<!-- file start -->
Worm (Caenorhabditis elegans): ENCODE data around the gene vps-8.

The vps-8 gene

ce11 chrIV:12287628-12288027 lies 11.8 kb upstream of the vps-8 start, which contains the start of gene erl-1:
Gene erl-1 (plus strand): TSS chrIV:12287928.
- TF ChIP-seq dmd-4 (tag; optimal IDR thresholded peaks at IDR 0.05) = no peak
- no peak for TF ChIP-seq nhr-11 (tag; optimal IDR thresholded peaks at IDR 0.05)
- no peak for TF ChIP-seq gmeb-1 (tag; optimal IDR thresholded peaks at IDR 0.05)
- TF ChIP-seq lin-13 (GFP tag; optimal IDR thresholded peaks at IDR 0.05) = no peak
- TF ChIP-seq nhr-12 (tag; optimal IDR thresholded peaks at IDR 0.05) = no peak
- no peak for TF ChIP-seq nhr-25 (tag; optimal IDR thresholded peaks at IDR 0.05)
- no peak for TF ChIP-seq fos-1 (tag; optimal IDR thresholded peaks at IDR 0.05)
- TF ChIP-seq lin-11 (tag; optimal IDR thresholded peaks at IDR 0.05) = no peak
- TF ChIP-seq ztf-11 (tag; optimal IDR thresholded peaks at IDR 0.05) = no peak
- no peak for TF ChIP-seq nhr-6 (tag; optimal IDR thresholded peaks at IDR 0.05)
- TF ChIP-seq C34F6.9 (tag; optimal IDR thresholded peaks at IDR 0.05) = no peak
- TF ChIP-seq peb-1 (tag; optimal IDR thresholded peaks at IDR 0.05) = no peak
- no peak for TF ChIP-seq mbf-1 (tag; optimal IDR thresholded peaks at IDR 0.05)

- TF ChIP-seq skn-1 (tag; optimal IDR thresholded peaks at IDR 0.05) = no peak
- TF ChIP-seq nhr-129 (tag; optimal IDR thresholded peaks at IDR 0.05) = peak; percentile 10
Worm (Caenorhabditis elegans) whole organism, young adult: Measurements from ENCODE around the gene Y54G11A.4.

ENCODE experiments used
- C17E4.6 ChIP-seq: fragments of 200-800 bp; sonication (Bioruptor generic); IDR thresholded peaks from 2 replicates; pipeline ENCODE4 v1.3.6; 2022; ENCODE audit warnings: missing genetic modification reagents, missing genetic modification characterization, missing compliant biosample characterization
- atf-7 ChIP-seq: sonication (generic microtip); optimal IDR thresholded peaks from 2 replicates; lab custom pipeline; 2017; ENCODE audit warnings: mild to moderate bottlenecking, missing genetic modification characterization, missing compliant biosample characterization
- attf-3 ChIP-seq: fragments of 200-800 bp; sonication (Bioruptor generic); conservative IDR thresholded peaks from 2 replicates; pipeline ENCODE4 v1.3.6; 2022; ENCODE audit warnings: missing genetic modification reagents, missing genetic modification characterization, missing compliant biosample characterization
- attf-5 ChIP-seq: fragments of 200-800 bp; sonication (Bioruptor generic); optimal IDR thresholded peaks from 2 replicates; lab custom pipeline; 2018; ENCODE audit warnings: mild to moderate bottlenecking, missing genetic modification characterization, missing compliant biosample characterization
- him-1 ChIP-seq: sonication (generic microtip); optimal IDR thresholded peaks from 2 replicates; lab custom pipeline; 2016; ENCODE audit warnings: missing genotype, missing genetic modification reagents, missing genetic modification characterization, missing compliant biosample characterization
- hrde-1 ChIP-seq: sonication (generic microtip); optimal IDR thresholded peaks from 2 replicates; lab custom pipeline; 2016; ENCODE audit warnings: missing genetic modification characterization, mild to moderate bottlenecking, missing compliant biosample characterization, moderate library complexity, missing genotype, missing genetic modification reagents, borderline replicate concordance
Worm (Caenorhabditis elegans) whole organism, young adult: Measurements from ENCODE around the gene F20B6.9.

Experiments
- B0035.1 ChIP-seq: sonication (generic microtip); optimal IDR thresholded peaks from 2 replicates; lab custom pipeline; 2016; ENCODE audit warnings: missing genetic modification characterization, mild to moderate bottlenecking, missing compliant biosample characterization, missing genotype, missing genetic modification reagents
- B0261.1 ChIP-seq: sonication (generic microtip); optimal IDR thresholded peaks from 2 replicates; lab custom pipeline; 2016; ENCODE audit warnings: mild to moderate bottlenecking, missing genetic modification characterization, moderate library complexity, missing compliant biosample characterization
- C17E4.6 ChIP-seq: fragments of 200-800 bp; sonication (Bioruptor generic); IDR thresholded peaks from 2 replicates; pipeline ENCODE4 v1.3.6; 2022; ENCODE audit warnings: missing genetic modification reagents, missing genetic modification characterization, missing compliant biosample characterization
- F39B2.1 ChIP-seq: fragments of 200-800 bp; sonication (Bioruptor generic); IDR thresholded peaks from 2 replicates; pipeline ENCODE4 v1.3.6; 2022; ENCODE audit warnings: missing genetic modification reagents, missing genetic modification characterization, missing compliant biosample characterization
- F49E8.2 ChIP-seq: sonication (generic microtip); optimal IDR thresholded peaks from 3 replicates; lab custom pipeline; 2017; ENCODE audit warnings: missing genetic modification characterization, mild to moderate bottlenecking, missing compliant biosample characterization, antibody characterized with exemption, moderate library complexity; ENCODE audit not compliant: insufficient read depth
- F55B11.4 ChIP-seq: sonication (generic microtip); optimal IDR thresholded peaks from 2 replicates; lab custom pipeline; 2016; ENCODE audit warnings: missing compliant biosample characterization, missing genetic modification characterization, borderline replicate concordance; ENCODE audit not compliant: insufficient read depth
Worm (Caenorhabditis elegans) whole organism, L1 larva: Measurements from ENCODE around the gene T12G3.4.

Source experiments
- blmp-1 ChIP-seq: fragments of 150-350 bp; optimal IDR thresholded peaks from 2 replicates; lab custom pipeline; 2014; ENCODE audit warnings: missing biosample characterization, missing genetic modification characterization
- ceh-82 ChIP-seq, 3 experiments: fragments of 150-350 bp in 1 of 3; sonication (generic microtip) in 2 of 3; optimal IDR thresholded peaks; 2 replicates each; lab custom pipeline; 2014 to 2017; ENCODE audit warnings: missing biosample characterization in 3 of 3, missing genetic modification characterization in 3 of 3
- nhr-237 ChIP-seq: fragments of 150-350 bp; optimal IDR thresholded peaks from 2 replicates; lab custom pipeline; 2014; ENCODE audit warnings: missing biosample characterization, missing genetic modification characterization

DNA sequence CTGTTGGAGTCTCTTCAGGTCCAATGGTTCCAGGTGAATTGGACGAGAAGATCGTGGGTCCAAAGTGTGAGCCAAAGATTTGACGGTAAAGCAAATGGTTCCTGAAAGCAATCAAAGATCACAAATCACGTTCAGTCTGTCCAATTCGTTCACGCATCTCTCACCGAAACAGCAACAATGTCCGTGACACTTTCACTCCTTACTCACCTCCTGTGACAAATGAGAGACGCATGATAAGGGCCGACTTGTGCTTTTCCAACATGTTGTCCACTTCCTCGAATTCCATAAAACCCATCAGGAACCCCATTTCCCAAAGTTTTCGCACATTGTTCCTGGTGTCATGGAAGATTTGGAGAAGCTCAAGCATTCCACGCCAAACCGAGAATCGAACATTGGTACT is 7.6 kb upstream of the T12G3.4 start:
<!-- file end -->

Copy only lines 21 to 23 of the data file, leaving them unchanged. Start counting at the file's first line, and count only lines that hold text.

ENCODE experiments used
- C17E4.6 ChIP-seq: fragments of 200-800 bp; sonication (Bioruptor generic); IDR thresholded peaks from 2 replicates; pipeline ENCODE4 v1.3.6; 2022; ENCODE audit warnings: missing genetic modification reagents, missing genetic modification characterization, missing compliant biosample characterization
- atf-7 ChIP-seq: sonication (generic microtip); optimal IDR thresholded peaks from 2 replicates; lab custom pipeline; 2017; ENCODE audit warnings: mild to moderate bottlenecking, missing genetic modification characterization, missing compliant biosample characterization